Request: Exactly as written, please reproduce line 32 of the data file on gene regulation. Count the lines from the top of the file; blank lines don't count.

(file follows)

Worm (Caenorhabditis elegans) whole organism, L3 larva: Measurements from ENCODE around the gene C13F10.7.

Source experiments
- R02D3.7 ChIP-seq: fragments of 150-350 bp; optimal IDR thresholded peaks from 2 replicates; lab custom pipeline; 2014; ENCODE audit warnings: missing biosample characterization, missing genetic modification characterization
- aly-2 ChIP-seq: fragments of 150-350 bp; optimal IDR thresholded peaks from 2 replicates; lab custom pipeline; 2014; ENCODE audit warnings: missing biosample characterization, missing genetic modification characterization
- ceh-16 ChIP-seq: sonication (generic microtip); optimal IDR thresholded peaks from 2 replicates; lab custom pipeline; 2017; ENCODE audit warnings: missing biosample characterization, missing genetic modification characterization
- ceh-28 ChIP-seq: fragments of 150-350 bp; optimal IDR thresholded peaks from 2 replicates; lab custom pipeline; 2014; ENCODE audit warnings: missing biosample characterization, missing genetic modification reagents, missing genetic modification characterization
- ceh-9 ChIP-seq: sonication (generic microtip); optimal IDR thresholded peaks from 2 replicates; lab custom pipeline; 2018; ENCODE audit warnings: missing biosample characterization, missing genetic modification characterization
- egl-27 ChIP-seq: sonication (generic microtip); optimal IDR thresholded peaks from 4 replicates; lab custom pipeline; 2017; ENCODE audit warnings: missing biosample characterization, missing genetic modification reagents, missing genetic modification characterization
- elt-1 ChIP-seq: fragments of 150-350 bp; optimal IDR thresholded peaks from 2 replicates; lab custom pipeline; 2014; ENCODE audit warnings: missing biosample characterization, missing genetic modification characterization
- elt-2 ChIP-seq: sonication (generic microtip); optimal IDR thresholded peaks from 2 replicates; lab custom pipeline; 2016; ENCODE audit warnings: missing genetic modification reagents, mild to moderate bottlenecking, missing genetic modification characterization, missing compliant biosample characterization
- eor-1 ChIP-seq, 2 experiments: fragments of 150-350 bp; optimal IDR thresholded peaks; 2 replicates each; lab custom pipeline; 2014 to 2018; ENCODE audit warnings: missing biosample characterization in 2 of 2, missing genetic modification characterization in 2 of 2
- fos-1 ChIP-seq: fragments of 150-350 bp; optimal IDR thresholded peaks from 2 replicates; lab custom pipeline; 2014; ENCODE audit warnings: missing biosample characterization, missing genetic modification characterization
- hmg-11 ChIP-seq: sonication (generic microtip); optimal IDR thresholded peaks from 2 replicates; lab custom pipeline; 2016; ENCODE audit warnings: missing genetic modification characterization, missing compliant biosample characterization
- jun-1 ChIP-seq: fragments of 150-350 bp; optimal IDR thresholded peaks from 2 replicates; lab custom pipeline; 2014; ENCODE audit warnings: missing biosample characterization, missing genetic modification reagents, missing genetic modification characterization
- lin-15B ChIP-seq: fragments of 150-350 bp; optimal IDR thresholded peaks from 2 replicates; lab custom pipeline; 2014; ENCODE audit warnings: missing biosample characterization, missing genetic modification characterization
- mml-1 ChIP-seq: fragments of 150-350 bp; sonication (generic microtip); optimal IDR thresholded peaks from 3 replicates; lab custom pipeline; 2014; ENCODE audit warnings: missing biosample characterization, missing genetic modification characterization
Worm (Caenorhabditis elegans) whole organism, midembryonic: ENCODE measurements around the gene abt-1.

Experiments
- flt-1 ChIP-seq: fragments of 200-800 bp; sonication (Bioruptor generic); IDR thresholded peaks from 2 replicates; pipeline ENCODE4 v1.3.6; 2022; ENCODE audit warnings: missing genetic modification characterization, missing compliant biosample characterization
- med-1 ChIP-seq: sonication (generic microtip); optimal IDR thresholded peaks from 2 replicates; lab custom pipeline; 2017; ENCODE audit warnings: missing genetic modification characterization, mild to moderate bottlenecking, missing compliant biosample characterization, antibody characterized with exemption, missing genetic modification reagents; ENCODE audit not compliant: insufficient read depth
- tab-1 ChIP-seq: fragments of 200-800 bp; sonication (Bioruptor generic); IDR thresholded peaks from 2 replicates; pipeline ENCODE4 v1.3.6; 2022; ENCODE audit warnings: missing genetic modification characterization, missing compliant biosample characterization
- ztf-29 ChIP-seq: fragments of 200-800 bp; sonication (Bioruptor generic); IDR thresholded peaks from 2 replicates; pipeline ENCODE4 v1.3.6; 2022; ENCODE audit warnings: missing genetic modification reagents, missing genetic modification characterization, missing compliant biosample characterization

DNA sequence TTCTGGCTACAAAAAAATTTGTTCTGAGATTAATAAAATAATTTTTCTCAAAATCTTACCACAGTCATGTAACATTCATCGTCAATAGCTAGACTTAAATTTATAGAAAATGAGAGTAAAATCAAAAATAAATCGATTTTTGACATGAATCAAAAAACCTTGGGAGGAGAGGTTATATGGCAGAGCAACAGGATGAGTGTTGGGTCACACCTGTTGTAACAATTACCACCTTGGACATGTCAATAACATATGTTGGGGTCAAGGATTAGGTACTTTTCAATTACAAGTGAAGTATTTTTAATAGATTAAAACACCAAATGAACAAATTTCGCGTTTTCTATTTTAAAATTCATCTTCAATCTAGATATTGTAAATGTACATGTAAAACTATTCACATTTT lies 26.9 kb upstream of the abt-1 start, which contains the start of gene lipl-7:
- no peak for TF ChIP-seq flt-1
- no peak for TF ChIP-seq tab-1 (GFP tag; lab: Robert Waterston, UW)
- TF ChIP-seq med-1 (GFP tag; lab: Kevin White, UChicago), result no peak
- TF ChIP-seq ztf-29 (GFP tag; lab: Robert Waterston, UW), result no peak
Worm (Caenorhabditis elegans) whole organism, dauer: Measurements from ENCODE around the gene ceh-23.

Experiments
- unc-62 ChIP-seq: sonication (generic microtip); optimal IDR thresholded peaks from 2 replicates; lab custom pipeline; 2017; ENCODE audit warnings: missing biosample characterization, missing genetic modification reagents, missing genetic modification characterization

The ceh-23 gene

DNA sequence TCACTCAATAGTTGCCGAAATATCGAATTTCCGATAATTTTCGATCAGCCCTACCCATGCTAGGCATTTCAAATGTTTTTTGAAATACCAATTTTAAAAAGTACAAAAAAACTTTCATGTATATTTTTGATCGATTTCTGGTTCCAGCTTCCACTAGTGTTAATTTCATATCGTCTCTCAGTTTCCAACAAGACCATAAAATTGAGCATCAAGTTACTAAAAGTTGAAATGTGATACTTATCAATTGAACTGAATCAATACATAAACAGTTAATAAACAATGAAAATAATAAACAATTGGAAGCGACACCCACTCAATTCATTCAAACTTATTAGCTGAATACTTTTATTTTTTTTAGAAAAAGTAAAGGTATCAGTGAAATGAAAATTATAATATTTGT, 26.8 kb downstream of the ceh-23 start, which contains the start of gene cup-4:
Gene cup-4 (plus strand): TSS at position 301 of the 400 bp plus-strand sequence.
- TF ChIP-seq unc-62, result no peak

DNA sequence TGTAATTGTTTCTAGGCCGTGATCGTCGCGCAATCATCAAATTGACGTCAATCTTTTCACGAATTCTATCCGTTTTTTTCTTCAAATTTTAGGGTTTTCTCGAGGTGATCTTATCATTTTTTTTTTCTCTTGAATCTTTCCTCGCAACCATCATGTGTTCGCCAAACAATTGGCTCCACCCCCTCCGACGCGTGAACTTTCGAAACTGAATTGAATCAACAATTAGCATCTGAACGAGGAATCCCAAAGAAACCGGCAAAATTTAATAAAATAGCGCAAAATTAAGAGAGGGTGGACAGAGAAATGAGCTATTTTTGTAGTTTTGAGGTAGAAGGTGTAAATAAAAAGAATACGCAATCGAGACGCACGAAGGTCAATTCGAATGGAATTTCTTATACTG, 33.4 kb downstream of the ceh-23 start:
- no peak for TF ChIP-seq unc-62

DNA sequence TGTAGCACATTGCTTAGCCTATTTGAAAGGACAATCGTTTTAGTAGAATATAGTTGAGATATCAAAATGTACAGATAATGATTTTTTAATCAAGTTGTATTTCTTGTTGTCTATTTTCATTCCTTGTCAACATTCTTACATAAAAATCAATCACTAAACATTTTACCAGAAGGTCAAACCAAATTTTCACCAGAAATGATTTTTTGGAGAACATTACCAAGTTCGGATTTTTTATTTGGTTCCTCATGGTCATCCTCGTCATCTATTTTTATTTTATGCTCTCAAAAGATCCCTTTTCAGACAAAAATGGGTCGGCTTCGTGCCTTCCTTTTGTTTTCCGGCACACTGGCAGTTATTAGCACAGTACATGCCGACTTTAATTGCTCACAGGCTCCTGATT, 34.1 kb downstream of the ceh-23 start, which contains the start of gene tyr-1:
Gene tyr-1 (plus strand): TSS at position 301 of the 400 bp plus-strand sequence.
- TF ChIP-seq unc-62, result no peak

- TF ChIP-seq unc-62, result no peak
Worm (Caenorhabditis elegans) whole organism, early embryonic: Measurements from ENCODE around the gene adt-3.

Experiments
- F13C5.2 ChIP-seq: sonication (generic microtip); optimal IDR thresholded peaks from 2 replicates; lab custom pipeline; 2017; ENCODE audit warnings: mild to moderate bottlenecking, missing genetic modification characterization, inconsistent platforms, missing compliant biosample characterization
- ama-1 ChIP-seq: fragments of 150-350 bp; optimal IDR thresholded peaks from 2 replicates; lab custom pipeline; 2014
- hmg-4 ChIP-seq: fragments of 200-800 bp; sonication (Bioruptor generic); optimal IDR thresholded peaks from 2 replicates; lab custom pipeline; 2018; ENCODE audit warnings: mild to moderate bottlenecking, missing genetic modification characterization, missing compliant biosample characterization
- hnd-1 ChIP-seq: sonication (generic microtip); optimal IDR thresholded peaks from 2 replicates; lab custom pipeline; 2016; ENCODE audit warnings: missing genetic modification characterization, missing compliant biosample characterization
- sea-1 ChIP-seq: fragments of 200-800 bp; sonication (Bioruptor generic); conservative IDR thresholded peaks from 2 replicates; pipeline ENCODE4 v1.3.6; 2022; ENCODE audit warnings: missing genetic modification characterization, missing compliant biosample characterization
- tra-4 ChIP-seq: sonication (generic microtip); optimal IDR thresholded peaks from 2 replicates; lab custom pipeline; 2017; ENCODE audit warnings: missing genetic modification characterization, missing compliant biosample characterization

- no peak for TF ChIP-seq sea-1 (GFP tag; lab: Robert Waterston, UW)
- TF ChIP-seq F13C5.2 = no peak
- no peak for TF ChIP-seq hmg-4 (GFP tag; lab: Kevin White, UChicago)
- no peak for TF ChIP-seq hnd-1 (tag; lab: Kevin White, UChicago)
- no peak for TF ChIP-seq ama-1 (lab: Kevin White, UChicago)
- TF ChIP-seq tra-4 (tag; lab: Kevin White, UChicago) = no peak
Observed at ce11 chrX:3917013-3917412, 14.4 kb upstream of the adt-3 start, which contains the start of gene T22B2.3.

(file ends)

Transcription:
DNA sequence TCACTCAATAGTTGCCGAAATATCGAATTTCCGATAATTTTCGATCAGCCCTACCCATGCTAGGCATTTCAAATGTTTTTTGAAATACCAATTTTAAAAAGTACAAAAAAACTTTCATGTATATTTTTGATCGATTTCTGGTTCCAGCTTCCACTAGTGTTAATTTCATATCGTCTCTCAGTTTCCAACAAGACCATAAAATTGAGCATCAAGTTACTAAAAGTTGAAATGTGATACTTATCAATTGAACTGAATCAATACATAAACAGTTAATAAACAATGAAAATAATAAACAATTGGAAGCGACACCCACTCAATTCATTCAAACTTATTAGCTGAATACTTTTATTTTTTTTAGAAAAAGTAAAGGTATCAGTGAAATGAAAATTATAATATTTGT, 26.8 kb downstream of the ceh-23 start, which contains the start of gene cup-4: